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Pages of Odyssey (Rapsodies 19 to 24)



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Odyssey (Rapsodies 19 to 24)   


enemies make an end of you on the mainland when you were
cattle-lifting or sheep-stealing, or while fighting in defence of
their wives and city? Answer my question, for I have been your
guest. Do you not remember how I came to your house with Menelaus,
to persuade Ulysses to join us with his ships against Troy? It was a
whole month ere we could resume our voyage, for we had hard work to
persuade Ulysses to come with us."
And the ghost of Amphimedon answered, "Agamemnon, son of Atreus,
king of men, I remember everything that you have said, and will tell
you fully and accurately about the way in which our end was brought
about. Ulysses had been long gone, and we were courting his wife,
who did not say point blank that she would not marry, nor yet bring
matters to an end, for she meant to compass our destruction: this,
then, was the trick she played us. She set up a great tambour frame in
her room and began to work on an enormous piece of fine needlework.
'Sweethearts,' said she, 'Ulysses is indeed dead, still, do not
press me to marry again immediately; wait- for I would not have my
skill in needlework perish unrecorded- till I have completed a pall
for the hero Laertes, against the time when death shall take him. He
is very rich, and the women of the place will talk if he is laid out
without a pall.' This is what she said, and we assented; whereupon
we could see her working upon her great web all day long, but at night
she would unpick the stitches again by torchlight. She fooled us in
this way for three years without our finding it out, but as time
wore on and she was now in her fourth year, in the waning of moons and
many days had been accomplished, one of her maids who knew what she
was doing told us, and we caught her in the act of undoing her work,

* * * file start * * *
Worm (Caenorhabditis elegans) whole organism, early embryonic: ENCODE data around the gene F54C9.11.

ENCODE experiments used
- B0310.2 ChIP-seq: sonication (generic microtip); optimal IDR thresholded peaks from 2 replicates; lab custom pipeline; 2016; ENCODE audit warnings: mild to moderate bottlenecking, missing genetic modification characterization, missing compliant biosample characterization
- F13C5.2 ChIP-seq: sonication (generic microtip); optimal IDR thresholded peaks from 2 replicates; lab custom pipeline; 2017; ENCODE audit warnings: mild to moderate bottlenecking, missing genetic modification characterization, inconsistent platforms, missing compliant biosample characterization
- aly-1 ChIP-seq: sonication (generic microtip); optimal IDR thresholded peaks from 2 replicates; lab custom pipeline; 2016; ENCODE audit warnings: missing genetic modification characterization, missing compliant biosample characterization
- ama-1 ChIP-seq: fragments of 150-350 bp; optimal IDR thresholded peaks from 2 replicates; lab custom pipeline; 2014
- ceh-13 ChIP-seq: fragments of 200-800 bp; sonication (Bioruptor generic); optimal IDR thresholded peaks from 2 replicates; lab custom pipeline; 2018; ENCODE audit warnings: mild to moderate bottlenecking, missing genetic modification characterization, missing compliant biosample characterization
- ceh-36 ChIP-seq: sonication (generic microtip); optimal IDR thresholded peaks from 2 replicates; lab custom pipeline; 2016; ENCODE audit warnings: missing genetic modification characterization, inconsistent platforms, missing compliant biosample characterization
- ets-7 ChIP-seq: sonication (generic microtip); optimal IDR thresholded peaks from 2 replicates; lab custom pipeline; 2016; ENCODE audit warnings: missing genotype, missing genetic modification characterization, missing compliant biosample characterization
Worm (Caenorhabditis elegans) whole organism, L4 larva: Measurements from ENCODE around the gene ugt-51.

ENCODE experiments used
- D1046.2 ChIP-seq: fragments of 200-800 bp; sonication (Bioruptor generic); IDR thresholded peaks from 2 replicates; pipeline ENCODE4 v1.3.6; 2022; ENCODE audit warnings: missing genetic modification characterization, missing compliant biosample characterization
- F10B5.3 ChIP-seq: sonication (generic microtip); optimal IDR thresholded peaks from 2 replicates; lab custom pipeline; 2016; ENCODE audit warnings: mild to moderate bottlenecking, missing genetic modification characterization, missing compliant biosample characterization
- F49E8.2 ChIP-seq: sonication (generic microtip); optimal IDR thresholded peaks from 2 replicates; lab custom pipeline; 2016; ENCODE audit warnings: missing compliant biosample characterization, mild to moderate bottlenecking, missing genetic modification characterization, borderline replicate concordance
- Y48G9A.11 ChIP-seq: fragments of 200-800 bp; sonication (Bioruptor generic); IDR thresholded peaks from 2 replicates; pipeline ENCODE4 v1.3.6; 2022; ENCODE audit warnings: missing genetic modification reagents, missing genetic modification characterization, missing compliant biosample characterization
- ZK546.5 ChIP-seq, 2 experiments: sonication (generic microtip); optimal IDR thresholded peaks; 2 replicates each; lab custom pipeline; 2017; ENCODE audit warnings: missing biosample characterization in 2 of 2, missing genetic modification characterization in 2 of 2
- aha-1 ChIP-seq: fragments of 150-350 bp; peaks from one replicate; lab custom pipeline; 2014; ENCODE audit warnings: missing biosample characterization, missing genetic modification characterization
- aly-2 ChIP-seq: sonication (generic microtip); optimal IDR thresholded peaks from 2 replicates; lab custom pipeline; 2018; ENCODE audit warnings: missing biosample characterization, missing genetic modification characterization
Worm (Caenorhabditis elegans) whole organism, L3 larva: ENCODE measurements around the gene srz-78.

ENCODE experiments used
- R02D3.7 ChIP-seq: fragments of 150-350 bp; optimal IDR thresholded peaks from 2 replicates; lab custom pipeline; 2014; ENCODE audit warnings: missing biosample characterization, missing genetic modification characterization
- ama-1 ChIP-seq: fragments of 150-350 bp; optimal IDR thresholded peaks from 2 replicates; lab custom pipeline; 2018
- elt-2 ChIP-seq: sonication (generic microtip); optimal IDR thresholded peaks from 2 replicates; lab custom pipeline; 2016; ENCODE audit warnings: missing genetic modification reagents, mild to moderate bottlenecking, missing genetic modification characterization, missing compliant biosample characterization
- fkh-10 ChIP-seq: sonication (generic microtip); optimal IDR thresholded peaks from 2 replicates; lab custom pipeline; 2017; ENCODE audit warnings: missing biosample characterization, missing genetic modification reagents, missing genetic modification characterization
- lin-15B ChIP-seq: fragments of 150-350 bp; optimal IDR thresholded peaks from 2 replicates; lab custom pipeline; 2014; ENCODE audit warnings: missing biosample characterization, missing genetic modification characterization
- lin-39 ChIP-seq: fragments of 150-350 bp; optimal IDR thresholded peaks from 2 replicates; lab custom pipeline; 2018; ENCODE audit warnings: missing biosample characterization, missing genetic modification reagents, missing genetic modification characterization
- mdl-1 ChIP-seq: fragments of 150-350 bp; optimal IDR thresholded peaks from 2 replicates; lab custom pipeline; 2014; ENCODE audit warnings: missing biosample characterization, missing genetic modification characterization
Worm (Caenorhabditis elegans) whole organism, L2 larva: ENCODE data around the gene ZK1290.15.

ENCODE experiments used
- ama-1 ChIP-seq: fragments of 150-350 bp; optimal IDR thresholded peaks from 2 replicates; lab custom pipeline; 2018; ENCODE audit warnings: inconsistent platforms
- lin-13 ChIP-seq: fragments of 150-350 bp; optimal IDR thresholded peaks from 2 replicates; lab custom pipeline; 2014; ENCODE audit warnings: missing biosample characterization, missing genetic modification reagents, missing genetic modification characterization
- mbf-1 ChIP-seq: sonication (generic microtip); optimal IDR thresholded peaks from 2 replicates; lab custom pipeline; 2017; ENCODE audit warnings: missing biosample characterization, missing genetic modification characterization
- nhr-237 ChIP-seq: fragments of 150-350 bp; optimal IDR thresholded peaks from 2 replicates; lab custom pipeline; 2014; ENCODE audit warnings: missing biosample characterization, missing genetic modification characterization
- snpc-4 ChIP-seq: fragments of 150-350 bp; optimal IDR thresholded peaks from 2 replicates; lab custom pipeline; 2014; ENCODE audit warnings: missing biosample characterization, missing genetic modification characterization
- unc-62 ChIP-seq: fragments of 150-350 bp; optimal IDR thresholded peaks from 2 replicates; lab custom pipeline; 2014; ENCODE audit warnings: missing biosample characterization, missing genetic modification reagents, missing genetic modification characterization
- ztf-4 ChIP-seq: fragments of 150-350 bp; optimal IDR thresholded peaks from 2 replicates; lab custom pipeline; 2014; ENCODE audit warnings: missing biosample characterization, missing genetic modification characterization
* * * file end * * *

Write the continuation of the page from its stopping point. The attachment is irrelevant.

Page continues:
so she had to finish it whether she would or no; and when she showed
us the robe she had made, after she had had it washed, its splendour
was as that of the sun or moon.
"Then some malicious god conveyed Ulysses to the upland farm where
his swineherd lives. Thither presently came also his son, returning
from a voyage to Pylos, and the two came to the town when they had
hatched their plot for our destruction. Telemachus came first, and
then after him, accompanied by the swineherd, came Ulysses, clad in
rags and leaning on a staff as though he were some miserable old
beggar. He came so unexpectedly that none of us knew him, not even the
older ones among us, and we reviled him and threw things at him. He
endured both being struck and insulted without a word, though he was
in his own house; but when the will of Aegis-bearing Jove inspired
him, he and Telemachus took the armour and hid it in an inner chamber,
bolting the doors behind them. Then he cunningly made his wife offer
his bow and a quantity of iron to be contended for by us ill-fated
suitors; and this was the beginning of our end, for not one of us
could string the bow- nor nearly do so. When it was about to reach the
hands of Ulysses, we all of us shouted out that it should not be given
him, no matter what he might say, but Telemachus insisted on his
having it. When he had got it in his hands he strung it with ease
and sent his arrow through the iron. Then he stood on the floor of the
cloister and poured his arrows on the ground, glaring fiercely about
him. First he killed Antinous, and then, aiming straight before him,
he let fly his deadly darts and they fell thick on one another. It was
plain that some one of the gods was helping them, for they fell upon
us with might and main throughout the cloisters, and there was a
hideous sound of groaning as our brains were being battered in, and
the ground seethed with our blood. This, Agamemnon, is how we came
by our end, and our bodies are lying still un-cared for in the house
of Ulysses, for our friends at home do not yet know what has happened,
so that they cannot lay us out and wash the black blood from our
wounds, making moan over us according to the offices due to the
departed."
"Happy Ulysses, son of Laertes," replied the ghost of Agamemnon,
"you are indeed blessed in the possession of a wife endowed with
such rare excellence of understanding, and so faithful to her wedded

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